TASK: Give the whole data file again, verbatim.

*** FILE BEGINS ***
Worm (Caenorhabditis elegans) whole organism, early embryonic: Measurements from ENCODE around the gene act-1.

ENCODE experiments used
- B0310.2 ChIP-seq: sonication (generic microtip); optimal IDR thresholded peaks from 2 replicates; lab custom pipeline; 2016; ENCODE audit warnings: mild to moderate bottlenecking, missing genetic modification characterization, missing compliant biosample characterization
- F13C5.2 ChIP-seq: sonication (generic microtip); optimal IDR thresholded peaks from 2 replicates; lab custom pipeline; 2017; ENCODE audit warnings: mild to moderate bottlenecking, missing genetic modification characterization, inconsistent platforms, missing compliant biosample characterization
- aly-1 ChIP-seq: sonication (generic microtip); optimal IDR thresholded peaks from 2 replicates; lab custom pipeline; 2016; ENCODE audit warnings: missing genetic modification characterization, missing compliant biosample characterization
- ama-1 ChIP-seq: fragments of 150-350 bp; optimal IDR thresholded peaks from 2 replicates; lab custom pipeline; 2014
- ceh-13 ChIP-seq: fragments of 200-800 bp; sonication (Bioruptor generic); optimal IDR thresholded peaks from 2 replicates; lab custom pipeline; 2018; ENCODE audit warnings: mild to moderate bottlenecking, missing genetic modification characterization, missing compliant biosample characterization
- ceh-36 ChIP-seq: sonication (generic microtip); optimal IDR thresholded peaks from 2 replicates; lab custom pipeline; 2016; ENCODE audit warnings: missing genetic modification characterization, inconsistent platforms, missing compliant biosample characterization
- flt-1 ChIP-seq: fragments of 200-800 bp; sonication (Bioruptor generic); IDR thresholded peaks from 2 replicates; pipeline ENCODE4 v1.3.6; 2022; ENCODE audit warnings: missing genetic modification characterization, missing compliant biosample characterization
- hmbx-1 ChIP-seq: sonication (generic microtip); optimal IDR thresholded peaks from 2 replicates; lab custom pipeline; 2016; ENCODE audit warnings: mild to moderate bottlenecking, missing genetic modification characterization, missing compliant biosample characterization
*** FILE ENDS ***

Worm (Caenorhabditis elegans) whole organism, early embryonic: Measurements from ENCODE around the gene act-1.

ENCODE experiments used
- B0310.2 ChIP-seq: sonication (generic microtip); optimal IDR thresholded peaks from 2 replicates; lab custom pipeline; 2016; ENCODE audit warnings: mild to moderate bottlenecking, missing genetic modification characterization, missing compliant biosample characterization
- F13C5.2 ChIP-seq: sonication (generic microtip); optimal IDR thresholded peaks from 2 replicates; lab custom pipeline; 2017; ENCODE audit warnings: mild to moderate bottlenecking, missing genetic modification characterization, inconsistent platforms, missing compliant biosample characterization
- aly-1 ChIP-seq: sonication (generic microtip); optimal IDR thresholded peaks from 2 replicates; lab custom pipeline; 2016; ENCODE audit warnings: missing genetic modification characterization, missing compliant biosample characterization
- ama-1 ChIP-seq: fragments of 150-350 bp; optimal IDR thresholded peaks from 2 replicates; lab custom pipeline; 2014
- ceh-13 ChIP-seq: fragments of 200-800 bp; sonication (Bioruptor generic); optimal IDR thresholded peaks from 2 replicates; lab custom pipeline; 2018; ENCODE audit warnings: mild to moderate bottlenecking, missing genetic modification characterization, missing compliant biosample characterization
- ceh-36 ChIP-seq: sonication (generic microtip); optimal IDR thresholded peaks from 2 replicates; lab custom pipeline; 2016; ENCODE audit warnings: missing genetic modification characterization, inconsistent platforms, missing compliant biosample characterization
- flt-1 ChIP-seq: fragments of 200-800 bp; sonication (Bioruptor generic); IDR thresholded peaks from 2 replicates; pipeline ENCODE4 v1.3.6; 2022; ENCODE audit warnings: missing genetic modification characterization, missing compliant biosample characterization
- hmbx-1 ChIP-seq: sonication (generic microtip); optimal IDR thresholded peaks from 2 replicates; lab custom pipeline; 2016; ENCODE audit warnings: mild to moderate bottlenecking, missing genetic modification characterization, missing compliant biosample characterization